China sees 'unprecedented' capital outflow since Russia invaded Ukraine

The Chinese stock market also tumbled earlier this month as overseas investors retreated. PHOTO: REUTERS

NEW YORK (BLOOMBERG) - China has seen investors pull money out of the country on an "unprecedented" scale since Russia invaded Ukraine in late February, marking a "very unusual" shift in global capital flows in emerging markets, according to the Institute of International Finance (IIF).

High-frequency data detected large portfolio outflows from Chinese stocks and bonds, even as flows to other emerging markets held up, the IIF wrote in a report on Thursday (March 24).

"Outflows from China on the scale and intensity we are seeing are unprecedented, especially since we are not seeing similar outflows from the rest of emerging markets," IIF chief economist Robin Brooks and his colleagues wrote.

"The timing of outflows - which built after Russia's invasion of Ukraine - suggests foreign investors may be looking at China in a new light, though it is premature to draw any definitive conclusions in this regard."

Official data showed that foreign investors reduced their holdings of Chinese government bonds by the most on record in February, in part as the Russia-Ukraine war spurred redemptions among global fixed income investors. Sanctions have frozen the Russian central bank's foreign reserves held in euros and US dollars, leading to speculation that Moscow may sell its holding of Chinese assets to raise funds.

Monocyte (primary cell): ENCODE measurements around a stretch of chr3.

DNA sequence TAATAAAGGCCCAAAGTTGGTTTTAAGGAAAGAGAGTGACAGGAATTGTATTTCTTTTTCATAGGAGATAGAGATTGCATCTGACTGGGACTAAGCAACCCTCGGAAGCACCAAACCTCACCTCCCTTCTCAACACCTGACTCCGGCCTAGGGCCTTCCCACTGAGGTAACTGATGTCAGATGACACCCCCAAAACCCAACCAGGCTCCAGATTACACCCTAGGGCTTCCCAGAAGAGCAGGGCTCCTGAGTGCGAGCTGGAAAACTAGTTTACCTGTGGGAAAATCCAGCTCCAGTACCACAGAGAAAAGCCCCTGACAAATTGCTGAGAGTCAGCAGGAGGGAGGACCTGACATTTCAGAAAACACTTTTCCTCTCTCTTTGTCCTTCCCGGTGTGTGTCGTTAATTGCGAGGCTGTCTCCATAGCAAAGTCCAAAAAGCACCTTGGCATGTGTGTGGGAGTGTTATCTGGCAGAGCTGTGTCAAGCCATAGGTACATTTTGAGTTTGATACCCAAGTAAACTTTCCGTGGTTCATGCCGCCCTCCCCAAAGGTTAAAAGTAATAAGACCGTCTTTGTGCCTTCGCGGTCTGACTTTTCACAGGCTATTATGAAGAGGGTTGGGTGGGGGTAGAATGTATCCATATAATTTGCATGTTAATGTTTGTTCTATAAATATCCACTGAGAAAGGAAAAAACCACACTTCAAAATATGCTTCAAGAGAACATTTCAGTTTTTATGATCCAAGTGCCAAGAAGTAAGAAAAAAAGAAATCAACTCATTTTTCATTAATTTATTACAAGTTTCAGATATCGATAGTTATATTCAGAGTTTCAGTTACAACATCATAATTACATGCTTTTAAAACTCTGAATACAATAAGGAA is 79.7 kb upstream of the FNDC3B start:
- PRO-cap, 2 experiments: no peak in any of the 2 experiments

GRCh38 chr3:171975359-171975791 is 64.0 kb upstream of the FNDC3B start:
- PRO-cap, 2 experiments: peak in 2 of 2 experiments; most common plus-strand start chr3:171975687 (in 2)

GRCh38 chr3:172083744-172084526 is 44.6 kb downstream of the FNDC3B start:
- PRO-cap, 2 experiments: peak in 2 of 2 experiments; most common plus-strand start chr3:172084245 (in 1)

The Chinese stock market also tumbled earlier this month as overseas investors retreated, partly on concern that the United States and European Union sanctions on Russia may somehow spill over to China. The stock market has recovered since last week as policymakers pledged to support capital markets.

Mr Padhraic Garvey, head of global debt and rate strategy at ING Financial Markets, said it is too early to say if it is a trend. He said the outflows may indicate that some investors decided not to reinvest bond proceeds until "greater clarity emerged on the Russia crisis".

"Often such flows can be driven by redemptions not being matched by new money as a constant flow of new money is required just to stay invested, in particular in bonds," he said. "It could well be that net inflows resume in the weeks and months ahead."

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